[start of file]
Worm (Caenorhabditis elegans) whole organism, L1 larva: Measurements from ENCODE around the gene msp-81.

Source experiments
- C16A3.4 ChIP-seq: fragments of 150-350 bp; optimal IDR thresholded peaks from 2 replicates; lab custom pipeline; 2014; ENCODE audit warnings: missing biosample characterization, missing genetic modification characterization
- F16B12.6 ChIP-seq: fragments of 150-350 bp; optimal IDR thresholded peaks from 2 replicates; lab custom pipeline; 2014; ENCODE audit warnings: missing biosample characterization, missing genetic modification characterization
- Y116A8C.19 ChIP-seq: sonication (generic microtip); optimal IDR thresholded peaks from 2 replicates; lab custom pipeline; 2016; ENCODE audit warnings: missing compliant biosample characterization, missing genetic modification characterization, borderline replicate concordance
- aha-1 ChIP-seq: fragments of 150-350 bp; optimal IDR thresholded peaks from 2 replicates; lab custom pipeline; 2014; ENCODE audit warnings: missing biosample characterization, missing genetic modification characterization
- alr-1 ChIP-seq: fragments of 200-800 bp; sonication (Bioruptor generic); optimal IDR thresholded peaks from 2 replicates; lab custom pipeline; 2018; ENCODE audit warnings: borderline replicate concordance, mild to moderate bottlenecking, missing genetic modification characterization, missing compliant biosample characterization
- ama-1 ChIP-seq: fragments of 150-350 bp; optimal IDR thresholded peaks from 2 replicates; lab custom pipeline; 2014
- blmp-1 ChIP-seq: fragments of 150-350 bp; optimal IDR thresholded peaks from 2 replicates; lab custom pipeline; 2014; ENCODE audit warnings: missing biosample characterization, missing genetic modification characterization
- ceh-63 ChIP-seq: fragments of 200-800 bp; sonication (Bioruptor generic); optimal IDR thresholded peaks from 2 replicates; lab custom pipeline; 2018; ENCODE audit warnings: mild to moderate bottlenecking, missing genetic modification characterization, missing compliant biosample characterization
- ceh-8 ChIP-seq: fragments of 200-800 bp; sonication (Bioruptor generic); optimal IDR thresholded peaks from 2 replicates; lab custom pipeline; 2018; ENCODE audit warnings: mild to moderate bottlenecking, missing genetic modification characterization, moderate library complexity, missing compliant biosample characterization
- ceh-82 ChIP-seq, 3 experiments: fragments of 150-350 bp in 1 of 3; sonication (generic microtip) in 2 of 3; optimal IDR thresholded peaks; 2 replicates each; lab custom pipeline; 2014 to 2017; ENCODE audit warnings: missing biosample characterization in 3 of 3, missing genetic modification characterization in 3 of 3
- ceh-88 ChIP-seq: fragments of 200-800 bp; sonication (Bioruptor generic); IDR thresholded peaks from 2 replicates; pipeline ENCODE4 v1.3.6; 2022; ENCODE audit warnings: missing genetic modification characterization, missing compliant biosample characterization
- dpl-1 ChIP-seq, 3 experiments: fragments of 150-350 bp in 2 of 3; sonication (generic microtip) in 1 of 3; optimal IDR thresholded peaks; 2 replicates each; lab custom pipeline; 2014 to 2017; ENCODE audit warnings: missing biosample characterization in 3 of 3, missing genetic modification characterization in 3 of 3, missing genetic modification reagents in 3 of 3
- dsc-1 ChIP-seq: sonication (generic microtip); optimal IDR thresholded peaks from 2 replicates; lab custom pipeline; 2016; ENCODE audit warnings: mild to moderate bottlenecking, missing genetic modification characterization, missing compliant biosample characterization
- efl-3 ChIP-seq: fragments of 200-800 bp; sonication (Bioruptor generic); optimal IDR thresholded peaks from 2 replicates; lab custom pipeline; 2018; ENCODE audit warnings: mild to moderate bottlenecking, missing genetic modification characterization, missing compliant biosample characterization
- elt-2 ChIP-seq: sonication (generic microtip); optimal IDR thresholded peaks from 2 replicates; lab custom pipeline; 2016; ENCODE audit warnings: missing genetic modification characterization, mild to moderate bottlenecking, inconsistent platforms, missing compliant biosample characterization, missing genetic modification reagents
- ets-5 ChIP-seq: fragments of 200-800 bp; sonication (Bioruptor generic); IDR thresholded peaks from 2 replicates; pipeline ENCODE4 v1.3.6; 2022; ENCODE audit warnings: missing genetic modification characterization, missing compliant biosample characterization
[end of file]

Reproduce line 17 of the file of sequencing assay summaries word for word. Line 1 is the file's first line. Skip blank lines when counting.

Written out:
- elt-2 ChIP-seq: sonication (generic microtip); optimal IDR thresholded peaks from 2 replicates; lab custom pipeline; 2016; ENCODE audit warnings: missing genetic modification characterization, mild to moderate bottlenecking, inconsistent platforms, missing compliant biosample characterization, missing genetic modification reagents